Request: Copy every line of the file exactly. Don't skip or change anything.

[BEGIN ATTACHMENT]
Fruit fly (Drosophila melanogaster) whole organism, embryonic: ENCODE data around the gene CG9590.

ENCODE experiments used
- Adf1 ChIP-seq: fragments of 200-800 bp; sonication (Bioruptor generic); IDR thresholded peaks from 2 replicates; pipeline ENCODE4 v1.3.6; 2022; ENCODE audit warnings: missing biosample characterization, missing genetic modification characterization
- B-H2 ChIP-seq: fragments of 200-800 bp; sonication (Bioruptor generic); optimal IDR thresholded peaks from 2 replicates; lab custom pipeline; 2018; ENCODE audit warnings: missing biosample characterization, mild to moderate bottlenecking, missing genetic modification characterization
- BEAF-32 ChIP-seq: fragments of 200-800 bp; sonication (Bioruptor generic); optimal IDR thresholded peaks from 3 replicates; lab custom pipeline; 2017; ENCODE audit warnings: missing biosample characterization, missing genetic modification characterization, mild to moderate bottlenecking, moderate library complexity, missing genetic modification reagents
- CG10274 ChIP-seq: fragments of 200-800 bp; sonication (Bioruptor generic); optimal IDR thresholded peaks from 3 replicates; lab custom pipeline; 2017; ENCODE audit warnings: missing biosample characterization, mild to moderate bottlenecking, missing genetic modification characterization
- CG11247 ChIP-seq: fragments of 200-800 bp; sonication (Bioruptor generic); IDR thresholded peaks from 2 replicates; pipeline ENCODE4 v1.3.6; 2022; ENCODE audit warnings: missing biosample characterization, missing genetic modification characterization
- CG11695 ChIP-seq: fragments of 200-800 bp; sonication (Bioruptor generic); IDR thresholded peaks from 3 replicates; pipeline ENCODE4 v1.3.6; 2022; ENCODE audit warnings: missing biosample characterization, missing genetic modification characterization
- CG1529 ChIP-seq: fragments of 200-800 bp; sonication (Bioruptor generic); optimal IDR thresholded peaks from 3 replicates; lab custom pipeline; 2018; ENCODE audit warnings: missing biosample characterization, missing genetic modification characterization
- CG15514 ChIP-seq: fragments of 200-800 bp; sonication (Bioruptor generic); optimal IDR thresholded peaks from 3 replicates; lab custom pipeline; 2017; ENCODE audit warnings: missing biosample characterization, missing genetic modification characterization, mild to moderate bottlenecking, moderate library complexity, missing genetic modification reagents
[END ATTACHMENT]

Fruit fly (Drosophila melanogaster) whole organism, embryonic: ENCODE data around the gene CG9590.

ENCODE experiments used
- Adf1 ChIP-seq: fragments of 200-800 bp; sonication (Bioruptor generic); IDR thresholded peaks from 2 replicates; pipeline ENCODE4 v1.3.6; 2022; ENCODE audit warnings: missing biosample characterization, missing genetic modification characterization
- B-H2 ChIP-seq: fragments of 200-800 bp; sonication (Bioruptor generic); optimal IDR thresholded peaks from 2 replicates; lab custom pipeline; 2018; ENCODE audit warnings: missing biosample characterization, mild to moderate bottlenecking, missing genetic modification characterization
- BEAF-32 ChIP-seq: fragments of 200-800 bp; sonication (Bioruptor generic); optimal IDR thresholded peaks from 3 replicates; lab custom pipeline; 2017; ENCODE audit warnings: missing biosample characterization, missing genetic modification characterization, mild to moderate bottlenecking, moderate library complexity, missing genetic modification reagents
- CG10274 ChIP-seq: fragments of 200-800 bp; sonication (Bioruptor generic); optimal IDR thresholded peaks from 3 replicates; lab custom pipeline; 2017; ENCODE audit warnings: missing biosample characterization, mild to moderate bottlenecking, missing genetic modification characterization
- CG11247 ChIP-seq: fragments of 200-800 bp; sonication (Bioruptor generic); IDR thresholded peaks from 2 replicates; pipeline ENCODE4 v1.3.6; 2022; ENCODE audit warnings: missing biosample characterization, missing genetic modification characterization
- CG11695 ChIP-seq: fragments of 200-800 bp; sonication (Bioruptor generic); IDR thresholded peaks from 3 replicates; pipeline ENCODE4 v1.3.6; 2022; ENCODE audit warnings: missing biosample characterization, missing genetic modification characterization
- CG1529 ChIP-seq: fragments of 200-800 bp; sonication (Bioruptor generic); optimal IDR thresholded peaks from 3 replicates; lab custom pipeline; 2018; ENCODE audit warnings: missing biosample characterization, missing genetic modification characterization
- CG15514 ChIP-seq: fragments of 200-800 bp; sonication (Bioruptor generic); optimal IDR thresholded peaks from 3 replicates; lab custom pipeline; 2017; ENCODE audit warnings: missing biosample characterization, missing genetic modification characterization, mild to moderate bottlenecking, moderate library complexity, missing genetic modification reagents